Session Type: ACR Poster Session C
Session Time: 9:00AM-11:00AM
Background/Purpose: Pain is a core domain of psoriatic arthritis (PsA), and it is recommended that all randomized controlled trials (RCTs) in patients (pts) with PsA include an assessment of pain.1 Tofacitinib is an oral Janus kinase inhibitor for the treatment of PsA. The objective of this post hoc analysis was to determine the impact of pain severity at baseline as a predictor of time to pain improvement in pts with active PsA following treatment with tofacitinib for up to 12 months.
Methods: Data from pts randomized to tofacitinib 5 mg twice daily (BID) in 2 Phase 3 RCTs were included in this analysis. Pts had active PsA and an inadequate response to ≥1 conventional synthetic DMARD (csDMARD) (OPAL Broaden; NCT01877668), or to ≥1 tumor necrosis factor inhibitor (OPAL Beyond; NCT01882439). All pts continued on a stable dose of a single csDMARD. Current arthritis pain severity was reported by pts using a 100 mm visual analog scale, where higher scores indicated greater severity of pain. Pain improvement was defined as the first post-baseline pain improvement of ≥30% (meaningful change), ≥50% (substantial change), and ≥70% relative to baseline.2 Median time to pain improvement was assessed using a parametric model. The model was fitted to examine the relationship between baseline pain severity and time to pain improvement.
Results: Overall, 236 pts who received tofacitinib 5 mg BID were included in this analysis. The Table and Figure present an estimated relationship between baseline pain score and the median time to response. It was shown that, for pts with a baseline pain level of 90 mm, the predicted median time to achieve ≥30% pain improvement was 39.3 days, meaning that 50% of pts with baseline pain of 90 mm were estimated to achieve ≥30% pain improvement during the first 39.3 days. For a baseline pain level of 50 mm, the predicted median time to achieve ≥30% pain improvement was 56.7 days (Table; Figure).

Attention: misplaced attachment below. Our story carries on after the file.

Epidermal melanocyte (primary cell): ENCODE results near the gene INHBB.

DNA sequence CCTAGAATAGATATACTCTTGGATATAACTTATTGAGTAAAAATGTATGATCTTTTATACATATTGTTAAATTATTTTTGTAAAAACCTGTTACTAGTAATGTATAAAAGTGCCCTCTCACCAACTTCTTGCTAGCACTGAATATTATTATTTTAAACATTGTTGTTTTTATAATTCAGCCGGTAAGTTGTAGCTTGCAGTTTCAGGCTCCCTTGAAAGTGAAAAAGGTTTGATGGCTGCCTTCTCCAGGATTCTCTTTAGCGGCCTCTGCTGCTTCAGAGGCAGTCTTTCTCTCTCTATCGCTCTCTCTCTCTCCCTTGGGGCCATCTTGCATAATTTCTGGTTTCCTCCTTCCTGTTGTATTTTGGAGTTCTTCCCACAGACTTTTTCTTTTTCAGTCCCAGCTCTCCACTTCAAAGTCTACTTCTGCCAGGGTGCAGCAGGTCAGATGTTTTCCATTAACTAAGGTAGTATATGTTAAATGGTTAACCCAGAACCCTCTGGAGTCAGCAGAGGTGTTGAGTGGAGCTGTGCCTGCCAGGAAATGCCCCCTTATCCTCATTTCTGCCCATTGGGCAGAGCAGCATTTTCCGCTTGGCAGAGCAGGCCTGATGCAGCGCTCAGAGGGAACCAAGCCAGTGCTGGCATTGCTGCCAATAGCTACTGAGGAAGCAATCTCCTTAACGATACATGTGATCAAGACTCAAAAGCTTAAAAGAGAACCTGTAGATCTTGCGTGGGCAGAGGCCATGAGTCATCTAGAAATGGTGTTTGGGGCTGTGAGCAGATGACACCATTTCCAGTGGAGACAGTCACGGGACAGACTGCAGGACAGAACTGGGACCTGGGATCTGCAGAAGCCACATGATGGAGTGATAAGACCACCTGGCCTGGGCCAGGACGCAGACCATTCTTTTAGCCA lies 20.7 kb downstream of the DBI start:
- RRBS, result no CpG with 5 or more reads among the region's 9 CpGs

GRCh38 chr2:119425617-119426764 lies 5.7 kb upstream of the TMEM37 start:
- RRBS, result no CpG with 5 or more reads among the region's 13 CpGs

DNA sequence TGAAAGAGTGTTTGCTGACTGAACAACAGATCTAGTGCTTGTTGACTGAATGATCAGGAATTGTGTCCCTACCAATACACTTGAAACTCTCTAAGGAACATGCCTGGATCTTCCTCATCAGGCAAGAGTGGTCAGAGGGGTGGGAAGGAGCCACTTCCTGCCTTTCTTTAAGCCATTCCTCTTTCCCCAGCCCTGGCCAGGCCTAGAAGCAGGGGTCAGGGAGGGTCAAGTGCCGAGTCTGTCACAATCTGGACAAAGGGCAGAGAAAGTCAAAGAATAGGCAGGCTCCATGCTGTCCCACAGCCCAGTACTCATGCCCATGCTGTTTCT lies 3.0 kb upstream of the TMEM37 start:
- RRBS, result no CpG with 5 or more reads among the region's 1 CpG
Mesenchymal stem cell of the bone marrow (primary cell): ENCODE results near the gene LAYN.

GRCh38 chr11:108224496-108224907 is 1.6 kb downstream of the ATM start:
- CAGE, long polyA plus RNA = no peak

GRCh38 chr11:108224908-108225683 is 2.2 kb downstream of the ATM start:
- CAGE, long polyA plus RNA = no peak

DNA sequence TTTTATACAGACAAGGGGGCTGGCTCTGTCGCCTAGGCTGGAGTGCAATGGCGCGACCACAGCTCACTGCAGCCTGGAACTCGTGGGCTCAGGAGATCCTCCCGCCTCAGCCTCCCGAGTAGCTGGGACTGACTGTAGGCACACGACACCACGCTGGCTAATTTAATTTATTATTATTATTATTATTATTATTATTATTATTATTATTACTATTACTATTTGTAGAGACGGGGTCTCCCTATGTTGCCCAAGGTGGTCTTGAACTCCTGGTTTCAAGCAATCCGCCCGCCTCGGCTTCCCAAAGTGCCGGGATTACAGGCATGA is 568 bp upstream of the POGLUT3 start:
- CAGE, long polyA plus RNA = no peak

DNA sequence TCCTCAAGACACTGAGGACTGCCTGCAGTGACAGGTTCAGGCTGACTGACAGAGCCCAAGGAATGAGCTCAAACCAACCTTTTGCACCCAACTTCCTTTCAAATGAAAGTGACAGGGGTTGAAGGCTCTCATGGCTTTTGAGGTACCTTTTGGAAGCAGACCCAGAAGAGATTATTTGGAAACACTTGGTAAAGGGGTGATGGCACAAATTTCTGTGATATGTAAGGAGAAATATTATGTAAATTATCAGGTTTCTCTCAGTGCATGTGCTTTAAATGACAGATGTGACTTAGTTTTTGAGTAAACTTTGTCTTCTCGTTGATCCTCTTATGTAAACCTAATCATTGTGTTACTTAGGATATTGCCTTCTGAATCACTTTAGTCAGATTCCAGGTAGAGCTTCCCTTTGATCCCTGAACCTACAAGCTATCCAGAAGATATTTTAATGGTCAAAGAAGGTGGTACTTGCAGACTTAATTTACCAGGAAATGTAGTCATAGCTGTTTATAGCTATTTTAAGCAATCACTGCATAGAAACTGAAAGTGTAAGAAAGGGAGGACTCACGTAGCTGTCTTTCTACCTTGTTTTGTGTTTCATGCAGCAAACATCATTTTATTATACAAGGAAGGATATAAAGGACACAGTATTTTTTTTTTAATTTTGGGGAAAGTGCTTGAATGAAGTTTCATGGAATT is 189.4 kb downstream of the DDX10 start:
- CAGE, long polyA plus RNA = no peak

Conclusion: In pts with active PsA treated with tofacitinib 5 mg BID, the time to pain improvement was dependent upon baseline pain severity, with lower pain scores at baseline associated with longer time to improvement than higher pain scores. Pts with higher pain severity at baseline achieved clinically meaningful pain improvements faster than pts with lower severity of pain. It is important to consider the non-linearity of change in pain, and the decreased ability to assess change in pain among pts with lower pain scores at baseline, when interpreting these findings.
1. Orbai AM et al. Ann Rheum Dis 2017; 76: 673-80.
2. Dworkin RH et al. J Pain 2008; 9: 105-21.
To cite this abstract in AMA style:Ogdie A, de Vlam K, Bushmakin AG, Cappelleri JC, Mease PJ, Fleischmann R, Taylor PC, Azevedo VF, Fallon L, Maniccia A, Woolcott J. Baseline Pain Severity As a Predictor of Pain Improvement Following Treatment with Tofacitinib in Psoriatic Arthritis [abstract]. Arthritis Rheumatol. 2018; 70 (suppl 10). https://acrabstracts.org/abstract/baseline-pain-severity-as-a-predictor-of-pain-improvement-following-treatment-with-tofacitinib-in-psoriatic-arthritis/. Accessed October 26, 2020.
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